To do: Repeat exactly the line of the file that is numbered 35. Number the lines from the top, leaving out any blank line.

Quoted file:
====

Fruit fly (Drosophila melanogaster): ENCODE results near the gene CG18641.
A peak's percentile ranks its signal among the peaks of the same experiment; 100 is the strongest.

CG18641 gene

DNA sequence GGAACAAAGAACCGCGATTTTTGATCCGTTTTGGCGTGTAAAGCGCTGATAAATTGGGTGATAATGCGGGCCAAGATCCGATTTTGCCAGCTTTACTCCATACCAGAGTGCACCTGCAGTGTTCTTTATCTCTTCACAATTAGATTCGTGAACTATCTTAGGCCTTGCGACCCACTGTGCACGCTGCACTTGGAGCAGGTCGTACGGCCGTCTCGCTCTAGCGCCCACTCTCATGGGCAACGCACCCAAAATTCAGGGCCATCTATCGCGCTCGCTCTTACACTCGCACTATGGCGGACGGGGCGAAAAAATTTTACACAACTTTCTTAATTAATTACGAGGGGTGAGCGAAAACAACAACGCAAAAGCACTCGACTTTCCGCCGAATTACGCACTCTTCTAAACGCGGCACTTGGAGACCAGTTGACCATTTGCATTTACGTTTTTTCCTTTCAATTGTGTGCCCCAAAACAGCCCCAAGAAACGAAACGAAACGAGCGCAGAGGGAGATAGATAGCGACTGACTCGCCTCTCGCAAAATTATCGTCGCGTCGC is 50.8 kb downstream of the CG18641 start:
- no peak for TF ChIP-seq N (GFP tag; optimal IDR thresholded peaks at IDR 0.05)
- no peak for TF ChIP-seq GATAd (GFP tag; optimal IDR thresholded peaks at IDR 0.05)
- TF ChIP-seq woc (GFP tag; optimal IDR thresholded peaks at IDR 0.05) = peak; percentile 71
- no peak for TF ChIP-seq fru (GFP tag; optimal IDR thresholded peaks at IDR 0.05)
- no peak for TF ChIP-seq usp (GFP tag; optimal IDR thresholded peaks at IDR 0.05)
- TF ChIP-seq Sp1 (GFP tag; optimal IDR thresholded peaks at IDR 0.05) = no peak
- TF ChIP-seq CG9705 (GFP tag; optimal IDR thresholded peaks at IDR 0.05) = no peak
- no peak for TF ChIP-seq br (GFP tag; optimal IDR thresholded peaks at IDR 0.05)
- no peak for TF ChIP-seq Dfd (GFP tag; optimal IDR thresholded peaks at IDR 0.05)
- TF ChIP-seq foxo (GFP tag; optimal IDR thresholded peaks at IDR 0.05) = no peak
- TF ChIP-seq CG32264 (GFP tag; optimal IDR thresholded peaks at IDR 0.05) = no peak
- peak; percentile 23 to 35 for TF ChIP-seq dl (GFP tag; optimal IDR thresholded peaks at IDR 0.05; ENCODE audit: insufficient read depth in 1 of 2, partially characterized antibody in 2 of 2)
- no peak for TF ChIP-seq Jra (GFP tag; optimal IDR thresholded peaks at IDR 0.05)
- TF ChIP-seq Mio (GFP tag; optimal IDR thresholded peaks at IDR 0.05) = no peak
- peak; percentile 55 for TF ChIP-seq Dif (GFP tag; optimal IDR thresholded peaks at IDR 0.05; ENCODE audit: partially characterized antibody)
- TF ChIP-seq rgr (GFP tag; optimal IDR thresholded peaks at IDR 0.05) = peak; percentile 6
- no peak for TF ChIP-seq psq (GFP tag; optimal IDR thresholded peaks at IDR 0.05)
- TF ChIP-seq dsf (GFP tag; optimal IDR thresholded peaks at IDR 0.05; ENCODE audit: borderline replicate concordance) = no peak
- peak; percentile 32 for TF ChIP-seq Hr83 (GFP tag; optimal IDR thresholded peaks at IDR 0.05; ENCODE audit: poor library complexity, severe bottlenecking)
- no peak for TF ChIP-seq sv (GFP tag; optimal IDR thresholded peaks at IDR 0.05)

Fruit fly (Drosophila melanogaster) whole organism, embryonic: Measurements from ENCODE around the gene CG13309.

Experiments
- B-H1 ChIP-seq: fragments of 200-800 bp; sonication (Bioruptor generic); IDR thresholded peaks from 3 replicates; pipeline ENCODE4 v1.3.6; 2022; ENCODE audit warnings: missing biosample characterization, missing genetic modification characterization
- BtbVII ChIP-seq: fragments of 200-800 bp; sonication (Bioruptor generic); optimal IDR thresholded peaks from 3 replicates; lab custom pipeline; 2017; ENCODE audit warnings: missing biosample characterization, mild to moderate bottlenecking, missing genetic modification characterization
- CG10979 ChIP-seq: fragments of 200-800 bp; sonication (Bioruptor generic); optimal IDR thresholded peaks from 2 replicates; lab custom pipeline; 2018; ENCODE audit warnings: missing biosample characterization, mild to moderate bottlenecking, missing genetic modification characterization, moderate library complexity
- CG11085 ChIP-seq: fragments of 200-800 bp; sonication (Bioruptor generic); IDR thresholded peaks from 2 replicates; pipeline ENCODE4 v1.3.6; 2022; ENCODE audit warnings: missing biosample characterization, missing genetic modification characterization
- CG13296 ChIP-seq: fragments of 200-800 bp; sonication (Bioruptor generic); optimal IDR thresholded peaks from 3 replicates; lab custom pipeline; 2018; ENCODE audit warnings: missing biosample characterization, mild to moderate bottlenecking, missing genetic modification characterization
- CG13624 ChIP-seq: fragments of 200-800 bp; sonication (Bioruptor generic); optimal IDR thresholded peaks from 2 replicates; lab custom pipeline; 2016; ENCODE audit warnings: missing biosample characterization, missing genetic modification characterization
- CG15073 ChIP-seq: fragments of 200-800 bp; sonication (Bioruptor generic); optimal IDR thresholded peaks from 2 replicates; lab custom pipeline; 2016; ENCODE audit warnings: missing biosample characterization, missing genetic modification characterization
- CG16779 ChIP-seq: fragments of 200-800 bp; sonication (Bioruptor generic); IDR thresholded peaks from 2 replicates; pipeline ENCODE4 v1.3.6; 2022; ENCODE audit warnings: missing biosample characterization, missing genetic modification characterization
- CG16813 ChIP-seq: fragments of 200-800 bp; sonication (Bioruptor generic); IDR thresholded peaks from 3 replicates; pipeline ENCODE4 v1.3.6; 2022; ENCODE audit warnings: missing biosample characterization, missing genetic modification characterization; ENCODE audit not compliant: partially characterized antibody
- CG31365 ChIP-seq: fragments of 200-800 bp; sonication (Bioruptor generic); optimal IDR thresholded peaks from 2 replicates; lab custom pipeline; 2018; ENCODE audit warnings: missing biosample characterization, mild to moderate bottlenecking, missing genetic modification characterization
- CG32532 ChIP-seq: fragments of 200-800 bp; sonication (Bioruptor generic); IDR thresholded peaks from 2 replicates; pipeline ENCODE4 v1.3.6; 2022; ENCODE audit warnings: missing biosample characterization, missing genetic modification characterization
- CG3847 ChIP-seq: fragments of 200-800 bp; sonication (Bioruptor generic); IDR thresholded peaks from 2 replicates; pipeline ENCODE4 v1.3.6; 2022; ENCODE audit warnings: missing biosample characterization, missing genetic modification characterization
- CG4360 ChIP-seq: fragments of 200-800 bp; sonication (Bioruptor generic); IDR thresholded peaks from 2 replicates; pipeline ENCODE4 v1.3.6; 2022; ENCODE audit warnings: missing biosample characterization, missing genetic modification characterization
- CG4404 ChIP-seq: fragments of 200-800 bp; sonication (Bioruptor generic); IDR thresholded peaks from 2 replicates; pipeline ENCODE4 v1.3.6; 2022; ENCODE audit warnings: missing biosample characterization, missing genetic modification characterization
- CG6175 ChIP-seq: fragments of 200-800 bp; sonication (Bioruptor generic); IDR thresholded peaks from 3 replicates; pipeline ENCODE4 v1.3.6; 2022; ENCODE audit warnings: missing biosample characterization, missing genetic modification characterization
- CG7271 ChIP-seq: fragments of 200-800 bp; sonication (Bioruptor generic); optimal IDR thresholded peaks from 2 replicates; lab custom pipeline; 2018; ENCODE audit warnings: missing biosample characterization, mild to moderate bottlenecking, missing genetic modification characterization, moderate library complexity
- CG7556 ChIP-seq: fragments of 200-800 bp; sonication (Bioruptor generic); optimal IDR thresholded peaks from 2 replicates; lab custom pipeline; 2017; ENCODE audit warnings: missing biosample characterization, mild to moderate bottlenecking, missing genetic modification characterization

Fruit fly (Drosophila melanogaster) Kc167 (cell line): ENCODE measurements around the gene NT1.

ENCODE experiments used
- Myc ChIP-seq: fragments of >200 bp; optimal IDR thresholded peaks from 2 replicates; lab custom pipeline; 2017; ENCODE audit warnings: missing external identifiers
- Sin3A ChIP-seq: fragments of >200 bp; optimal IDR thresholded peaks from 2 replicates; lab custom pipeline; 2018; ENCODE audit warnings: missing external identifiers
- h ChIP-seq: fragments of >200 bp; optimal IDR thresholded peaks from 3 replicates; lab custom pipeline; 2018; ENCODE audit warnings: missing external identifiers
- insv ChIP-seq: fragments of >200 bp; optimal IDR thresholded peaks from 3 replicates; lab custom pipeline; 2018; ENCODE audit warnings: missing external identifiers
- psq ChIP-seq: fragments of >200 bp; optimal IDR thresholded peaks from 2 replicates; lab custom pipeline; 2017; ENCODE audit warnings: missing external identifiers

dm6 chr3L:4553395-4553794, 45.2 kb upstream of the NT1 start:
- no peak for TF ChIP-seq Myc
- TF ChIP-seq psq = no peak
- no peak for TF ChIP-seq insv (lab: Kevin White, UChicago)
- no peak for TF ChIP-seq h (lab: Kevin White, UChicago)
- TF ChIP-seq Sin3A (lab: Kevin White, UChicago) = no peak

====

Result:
- CG16813 ChIP-seq: fragments of 200-800 bp; sonication (Bioruptor generic); IDR thresholded peaks from 3 replicates; pipeline ENCODE4 v1.3.6; 2022; ENCODE audit warnings: missing biosample characterization, missing genetic modification characterization; ENCODE audit not compliant: partially characterized antibody